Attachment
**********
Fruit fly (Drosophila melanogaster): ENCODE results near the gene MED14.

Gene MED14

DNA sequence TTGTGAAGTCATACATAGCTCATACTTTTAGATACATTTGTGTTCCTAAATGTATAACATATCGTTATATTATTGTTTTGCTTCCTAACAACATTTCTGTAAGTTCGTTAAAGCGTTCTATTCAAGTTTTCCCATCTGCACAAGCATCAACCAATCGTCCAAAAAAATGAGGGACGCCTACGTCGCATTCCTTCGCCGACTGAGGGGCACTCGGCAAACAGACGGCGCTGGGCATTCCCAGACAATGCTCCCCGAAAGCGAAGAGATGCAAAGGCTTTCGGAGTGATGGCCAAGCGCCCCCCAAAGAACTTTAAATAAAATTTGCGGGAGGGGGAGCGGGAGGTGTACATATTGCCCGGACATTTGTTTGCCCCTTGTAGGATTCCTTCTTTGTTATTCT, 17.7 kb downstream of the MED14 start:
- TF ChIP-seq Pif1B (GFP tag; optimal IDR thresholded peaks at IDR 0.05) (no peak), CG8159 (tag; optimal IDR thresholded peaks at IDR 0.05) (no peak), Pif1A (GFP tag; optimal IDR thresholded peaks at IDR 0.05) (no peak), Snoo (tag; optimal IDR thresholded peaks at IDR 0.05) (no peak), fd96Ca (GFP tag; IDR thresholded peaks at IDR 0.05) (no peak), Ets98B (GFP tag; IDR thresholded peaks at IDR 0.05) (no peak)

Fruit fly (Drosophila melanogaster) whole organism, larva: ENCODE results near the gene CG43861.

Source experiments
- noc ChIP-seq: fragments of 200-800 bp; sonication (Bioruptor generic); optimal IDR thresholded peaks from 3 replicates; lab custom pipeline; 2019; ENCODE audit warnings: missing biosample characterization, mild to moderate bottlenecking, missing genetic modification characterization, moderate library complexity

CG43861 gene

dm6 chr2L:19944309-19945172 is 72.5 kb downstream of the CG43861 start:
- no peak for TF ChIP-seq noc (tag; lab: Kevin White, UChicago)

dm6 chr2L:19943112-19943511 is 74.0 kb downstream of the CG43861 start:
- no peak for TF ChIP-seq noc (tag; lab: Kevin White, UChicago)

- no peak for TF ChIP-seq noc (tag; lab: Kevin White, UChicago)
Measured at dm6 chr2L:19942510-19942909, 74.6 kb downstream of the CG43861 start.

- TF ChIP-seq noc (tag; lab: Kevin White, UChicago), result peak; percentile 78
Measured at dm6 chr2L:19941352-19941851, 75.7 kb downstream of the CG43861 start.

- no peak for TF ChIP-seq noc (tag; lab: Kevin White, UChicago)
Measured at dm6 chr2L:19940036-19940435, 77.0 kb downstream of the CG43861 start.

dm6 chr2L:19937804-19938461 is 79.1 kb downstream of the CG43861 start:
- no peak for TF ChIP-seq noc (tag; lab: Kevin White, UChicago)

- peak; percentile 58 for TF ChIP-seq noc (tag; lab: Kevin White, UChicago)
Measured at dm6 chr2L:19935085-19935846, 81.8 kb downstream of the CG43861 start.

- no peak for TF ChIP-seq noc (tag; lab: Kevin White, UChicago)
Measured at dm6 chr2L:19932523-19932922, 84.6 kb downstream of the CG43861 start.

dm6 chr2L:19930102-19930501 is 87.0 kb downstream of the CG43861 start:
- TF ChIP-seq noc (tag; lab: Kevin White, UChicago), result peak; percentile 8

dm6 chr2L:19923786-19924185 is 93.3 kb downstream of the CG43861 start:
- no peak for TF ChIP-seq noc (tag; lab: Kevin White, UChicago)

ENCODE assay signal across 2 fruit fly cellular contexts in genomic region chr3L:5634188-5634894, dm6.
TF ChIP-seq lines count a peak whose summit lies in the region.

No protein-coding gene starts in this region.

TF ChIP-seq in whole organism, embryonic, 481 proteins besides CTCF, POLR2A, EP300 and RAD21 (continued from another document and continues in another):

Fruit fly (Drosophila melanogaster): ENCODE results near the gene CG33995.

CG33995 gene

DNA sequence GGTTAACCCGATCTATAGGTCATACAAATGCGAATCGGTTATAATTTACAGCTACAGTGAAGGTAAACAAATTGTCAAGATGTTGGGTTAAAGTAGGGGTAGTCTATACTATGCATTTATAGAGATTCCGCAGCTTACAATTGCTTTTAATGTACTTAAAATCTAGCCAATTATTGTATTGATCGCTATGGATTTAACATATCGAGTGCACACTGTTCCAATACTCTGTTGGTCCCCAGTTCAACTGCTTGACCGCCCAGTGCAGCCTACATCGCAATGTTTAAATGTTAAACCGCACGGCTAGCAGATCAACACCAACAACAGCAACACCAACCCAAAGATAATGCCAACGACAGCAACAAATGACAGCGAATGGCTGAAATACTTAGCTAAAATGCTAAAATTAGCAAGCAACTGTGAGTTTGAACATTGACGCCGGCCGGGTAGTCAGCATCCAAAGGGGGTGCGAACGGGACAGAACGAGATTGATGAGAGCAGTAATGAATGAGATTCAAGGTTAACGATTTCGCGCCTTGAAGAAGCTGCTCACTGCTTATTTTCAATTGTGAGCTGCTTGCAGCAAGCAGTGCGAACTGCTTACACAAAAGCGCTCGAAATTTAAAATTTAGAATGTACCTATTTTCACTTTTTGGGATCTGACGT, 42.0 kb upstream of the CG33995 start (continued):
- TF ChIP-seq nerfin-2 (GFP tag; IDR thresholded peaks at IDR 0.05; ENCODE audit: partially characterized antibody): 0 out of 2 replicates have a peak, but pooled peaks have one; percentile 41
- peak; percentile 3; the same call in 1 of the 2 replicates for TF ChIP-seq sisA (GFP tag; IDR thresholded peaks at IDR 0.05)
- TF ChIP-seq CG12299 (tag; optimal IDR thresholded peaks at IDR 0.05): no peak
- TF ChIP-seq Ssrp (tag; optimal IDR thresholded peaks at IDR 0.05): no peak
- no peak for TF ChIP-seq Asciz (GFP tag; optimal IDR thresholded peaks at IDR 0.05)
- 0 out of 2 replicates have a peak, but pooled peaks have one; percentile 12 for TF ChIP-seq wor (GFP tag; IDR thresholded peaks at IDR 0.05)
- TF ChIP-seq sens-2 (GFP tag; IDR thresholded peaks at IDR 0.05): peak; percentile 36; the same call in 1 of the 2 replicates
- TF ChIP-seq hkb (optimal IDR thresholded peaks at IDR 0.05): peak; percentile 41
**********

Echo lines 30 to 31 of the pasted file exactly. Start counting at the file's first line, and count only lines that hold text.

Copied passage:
TF ChIP-seq lines count a peak whose summit lies in the region.

No protein-coding gene starts in this region.